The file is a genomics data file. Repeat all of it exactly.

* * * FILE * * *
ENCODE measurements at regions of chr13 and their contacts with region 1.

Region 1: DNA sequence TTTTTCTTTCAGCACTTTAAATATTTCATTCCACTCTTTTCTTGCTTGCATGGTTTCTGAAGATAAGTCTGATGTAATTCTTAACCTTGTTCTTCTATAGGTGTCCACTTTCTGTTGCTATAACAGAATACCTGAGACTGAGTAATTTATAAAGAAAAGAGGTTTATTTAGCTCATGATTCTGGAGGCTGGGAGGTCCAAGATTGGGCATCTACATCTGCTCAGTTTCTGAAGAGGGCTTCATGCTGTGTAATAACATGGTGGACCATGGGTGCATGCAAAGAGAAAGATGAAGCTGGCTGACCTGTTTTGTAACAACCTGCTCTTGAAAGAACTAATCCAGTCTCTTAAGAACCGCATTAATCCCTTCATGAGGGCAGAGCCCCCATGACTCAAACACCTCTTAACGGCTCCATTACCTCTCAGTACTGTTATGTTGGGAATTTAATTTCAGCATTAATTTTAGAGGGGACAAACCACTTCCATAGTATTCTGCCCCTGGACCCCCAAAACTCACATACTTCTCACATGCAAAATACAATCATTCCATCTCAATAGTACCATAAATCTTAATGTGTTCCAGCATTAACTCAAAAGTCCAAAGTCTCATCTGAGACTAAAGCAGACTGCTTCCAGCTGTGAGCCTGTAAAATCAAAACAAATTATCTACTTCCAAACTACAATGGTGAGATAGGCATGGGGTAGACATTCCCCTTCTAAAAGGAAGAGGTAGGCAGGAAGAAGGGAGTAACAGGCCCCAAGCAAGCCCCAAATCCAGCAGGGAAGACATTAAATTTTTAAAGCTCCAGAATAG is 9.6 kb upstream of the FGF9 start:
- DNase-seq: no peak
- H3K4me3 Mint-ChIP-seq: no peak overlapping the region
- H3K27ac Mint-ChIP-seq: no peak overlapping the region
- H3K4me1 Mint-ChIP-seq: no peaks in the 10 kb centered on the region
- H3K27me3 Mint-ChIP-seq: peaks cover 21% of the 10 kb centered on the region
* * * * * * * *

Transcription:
ENCODE measurements at regions of chr13 and their contacts with region 1.

Region 1: DNA sequence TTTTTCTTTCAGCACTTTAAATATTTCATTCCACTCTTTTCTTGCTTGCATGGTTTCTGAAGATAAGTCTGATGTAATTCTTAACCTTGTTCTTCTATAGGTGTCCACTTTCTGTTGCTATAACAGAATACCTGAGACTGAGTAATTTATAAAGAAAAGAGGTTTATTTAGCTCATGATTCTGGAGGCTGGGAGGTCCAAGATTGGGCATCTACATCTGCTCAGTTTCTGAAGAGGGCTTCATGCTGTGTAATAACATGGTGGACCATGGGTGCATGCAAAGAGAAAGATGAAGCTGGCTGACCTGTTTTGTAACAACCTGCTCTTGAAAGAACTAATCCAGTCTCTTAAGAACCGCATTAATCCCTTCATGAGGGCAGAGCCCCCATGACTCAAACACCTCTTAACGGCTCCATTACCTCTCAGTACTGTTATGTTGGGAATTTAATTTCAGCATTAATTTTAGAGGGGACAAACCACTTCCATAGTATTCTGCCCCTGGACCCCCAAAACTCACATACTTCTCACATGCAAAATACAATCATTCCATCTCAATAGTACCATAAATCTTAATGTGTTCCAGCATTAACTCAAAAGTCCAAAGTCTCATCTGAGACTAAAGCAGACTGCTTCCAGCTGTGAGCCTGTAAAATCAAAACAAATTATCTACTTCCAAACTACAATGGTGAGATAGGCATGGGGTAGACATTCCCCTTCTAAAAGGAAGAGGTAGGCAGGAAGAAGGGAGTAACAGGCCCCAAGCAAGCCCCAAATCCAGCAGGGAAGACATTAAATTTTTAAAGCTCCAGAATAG is 9.6 kb upstream of the FGF9 start:
- DNase-seq: no peak
- H3K4me3 Mint-ChIP-seq: no peak overlapping the region
- H3K27ac Mint-ChIP-seq: no peak overlapping the region
- H3K4me1 Mint-ChIP-seq: no peaks in the 10 kb centered on the region
- H3K27me3 Mint-ChIP-seq: peaks cover 21% of the 10 kb centered on the region